An explosion on the trans-Alaska pipeline that destroyed the main turbine at Pump Station No. 8 and killed one worker Friday may delay movement of the oil by less than a week, a state official said today.
Chuck Champion, pipeline surveillance officer of the state, said Alyeka Pipeline Service Co. could begin shipping the oil again quickly if it could bypass the damaged pump station.
Alyeska officials, whose crews were clearing the twisted, blackened rubble from the pump station today, gave no estimate of when the damage, which they said exceeded $5 million, would be repaired.
The explosion, which ripped through the pump station about 49 miles south of here at 8:45 p.m. (EDT) Friday, apparently was caused when a suction valve opened, allowing highly volatile crude oil to gush out over an operating 13,500-horsepower turbine. One person in the room, identified as Charles D. Lindsey, 39, of Fairbanks, was killed in the accompanying fire. Five persons were hospitalized, but all were reported in good condition.
Oil was flowing through the pipeline at the rate of 300,000 barrels a day at the time of the explosion.
Efforts to stop the flow of oil through the burning pump statoon were delayed because wires connecting the valves to automatic shutoff systems in the port of Valdez had been unhooked during repair work earlier in the week and had not been reconnected.
Workers had to manually shut the flow off at a valve north of Pump Station No. 8, according to Lou Cancelmi, an Alyesica spokesman. He said the flow was shut off four minutes after the explosion.
It was the second major mishap in less than a week at Pump Station No. 8 to force the shutting down of the pipeline. The system was shut down for 64 hours beginning on Monday when liquid nitrogen cracked the pipe section ahead of the oil. Alyeska spokesmen said the two incidents were not related.
After an inspection team toured the pump station complex - at milepost 488 - today, Alyeska said it appeared that facilities crucial to moving the oil past, the damaged pump station - including the pipeline itself - were not damaged.
Alyeska has 12 pump stations along the 800-mile route, each equipped with one or more pumps that develop 13,500 horscpower. The pumps, which are used to push the oil through the line, can compensate for one broken station, Alyeska officials said.
[United Press International, however, reported from Washington, however, reported from Washington that David Jewell, a Department of Transportation spokesman, said, "We're not sure that we're going to let them bypass the pump station. Jewell said the final decision would be made by Transportation Secretary Brock Adams based on recommendations from his Office of Pipeline Safety. If the proposal is rejected, Jewell said, "the pipeline will be shut down."]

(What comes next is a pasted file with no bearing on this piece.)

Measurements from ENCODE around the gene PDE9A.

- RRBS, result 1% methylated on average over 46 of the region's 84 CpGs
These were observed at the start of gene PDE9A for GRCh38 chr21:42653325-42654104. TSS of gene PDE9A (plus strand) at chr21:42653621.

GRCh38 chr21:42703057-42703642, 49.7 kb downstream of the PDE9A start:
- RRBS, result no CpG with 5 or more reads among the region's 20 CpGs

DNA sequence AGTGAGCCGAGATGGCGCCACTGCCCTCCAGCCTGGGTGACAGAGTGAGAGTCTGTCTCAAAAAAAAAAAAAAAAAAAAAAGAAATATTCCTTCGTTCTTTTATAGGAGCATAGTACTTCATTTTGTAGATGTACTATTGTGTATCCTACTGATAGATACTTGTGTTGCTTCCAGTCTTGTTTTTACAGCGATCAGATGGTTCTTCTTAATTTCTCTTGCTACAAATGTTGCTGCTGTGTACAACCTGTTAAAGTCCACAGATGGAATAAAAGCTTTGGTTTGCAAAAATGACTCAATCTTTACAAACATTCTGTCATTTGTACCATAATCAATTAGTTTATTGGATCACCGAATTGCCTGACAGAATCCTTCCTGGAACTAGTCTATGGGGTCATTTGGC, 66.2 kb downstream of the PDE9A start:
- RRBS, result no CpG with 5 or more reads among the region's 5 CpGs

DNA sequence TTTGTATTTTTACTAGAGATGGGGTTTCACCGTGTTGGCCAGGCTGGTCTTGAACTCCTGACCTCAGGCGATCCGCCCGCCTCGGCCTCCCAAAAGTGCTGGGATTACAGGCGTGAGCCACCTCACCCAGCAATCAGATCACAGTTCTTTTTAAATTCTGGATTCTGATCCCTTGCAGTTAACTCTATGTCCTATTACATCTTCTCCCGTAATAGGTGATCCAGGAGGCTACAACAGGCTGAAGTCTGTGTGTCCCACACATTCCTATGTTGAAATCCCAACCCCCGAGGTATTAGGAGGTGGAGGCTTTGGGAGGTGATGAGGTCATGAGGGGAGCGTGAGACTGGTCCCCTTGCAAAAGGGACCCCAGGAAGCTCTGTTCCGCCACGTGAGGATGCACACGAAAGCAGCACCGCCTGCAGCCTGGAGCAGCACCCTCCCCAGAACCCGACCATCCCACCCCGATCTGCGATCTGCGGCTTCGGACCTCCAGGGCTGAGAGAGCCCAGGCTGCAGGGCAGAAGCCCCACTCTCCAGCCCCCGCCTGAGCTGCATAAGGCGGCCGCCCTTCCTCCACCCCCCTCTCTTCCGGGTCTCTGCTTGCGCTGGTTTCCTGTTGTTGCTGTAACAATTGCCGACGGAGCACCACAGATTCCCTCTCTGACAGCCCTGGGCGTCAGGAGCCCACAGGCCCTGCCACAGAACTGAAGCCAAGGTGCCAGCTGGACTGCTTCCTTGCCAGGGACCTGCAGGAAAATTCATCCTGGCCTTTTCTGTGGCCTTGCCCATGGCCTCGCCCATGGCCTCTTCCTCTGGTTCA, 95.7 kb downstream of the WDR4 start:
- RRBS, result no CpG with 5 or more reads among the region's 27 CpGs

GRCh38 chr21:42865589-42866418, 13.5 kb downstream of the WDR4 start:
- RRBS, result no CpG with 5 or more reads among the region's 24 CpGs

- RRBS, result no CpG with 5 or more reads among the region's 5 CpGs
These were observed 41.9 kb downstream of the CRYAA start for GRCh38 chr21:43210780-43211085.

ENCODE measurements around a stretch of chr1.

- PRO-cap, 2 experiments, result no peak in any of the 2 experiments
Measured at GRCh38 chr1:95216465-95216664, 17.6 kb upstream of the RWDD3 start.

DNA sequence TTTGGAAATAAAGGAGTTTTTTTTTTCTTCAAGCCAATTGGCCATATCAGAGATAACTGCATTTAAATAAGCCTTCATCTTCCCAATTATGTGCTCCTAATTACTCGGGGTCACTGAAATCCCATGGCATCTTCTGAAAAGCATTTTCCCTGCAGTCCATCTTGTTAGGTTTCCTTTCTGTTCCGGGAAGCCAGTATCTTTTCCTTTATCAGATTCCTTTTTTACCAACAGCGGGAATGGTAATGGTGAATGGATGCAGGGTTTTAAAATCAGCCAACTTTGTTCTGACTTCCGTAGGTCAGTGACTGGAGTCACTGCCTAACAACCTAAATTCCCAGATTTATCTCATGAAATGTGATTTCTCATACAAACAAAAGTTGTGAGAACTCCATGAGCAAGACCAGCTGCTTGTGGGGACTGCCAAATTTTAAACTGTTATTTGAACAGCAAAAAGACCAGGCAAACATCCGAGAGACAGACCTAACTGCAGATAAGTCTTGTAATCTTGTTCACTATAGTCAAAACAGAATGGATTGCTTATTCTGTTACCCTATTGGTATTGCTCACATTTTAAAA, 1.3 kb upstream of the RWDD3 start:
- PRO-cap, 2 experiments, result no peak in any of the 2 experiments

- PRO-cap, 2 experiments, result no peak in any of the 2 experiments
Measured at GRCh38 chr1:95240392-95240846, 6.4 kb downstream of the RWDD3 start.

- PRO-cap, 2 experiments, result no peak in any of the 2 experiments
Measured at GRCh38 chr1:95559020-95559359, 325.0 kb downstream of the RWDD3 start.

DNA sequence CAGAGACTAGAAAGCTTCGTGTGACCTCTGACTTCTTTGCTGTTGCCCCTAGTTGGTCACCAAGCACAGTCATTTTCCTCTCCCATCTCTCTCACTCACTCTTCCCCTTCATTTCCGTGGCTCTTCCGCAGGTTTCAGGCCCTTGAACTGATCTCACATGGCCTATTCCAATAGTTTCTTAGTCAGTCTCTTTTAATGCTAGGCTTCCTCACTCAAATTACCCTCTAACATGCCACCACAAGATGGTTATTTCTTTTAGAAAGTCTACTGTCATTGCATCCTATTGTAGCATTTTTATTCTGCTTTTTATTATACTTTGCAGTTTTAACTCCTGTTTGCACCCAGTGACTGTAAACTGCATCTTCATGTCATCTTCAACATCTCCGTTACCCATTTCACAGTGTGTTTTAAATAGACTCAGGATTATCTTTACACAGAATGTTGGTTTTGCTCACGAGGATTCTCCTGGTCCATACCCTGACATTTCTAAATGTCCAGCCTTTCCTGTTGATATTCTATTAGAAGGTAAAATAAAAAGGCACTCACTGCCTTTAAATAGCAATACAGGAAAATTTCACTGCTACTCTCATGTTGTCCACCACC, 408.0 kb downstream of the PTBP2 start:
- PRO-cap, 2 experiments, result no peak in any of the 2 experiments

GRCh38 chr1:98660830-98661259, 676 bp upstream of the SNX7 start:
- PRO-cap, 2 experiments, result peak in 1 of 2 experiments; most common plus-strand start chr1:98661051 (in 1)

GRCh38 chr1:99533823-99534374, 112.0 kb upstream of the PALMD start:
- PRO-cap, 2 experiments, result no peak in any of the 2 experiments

Jack Blue, a control-room worker at the pump station, said pressure in the line dropped minutes before the blast. He said the oil flow was stopped and a crew started to check a huge filter located in the line just ahead of the pumping units to see if it was clogged.
He said that, without warning, crude oil started flowing into the room, and, as workers rushed for safety, the oil or fumes ignited. A chemical fire-fighting system in the building was blown away.
"It was like a thousand pound bomb going off in your backyard," pipefitter foreman Bill Pender said.
He said the first explosion blew the roof off the main building, sending it 50 to 75 feet in the air. He said a second explosion, less than a minute later, blew out the building's sides. Burning oil flowed out through the building, across a road and into a ditch built to repair the earlier break. The oil also set fires in heavily forested areas surrounding the pump station.
About 75 people were working in the area when the explosion occurred, and Pender said that "it was a miracle more people weren't killed or hurt."
Black smoke was visible at Eielson Air Force Base, about 10 miles from the explosion.
One Eielson firefighter, Robert Pepin, said that when Air Force units arrived, Alyeska officials told them "to pull back and let it burn."
He said the pump house had already been destroyed and Alyeska officials were more concerned about the fire spreading to a small tank farm about 200 yards away.
"If the oil got there, it would have blown half of this mountain off," Pepin said.
Rebuilding the pump station could take four to six weeks, but John Ratterman, an Alyeska spokesman, said: "The preliminary thinking is that we can run oil through the station without using the pumps or turbines. We do not think, on a preliminary basis, that there will be a long down time."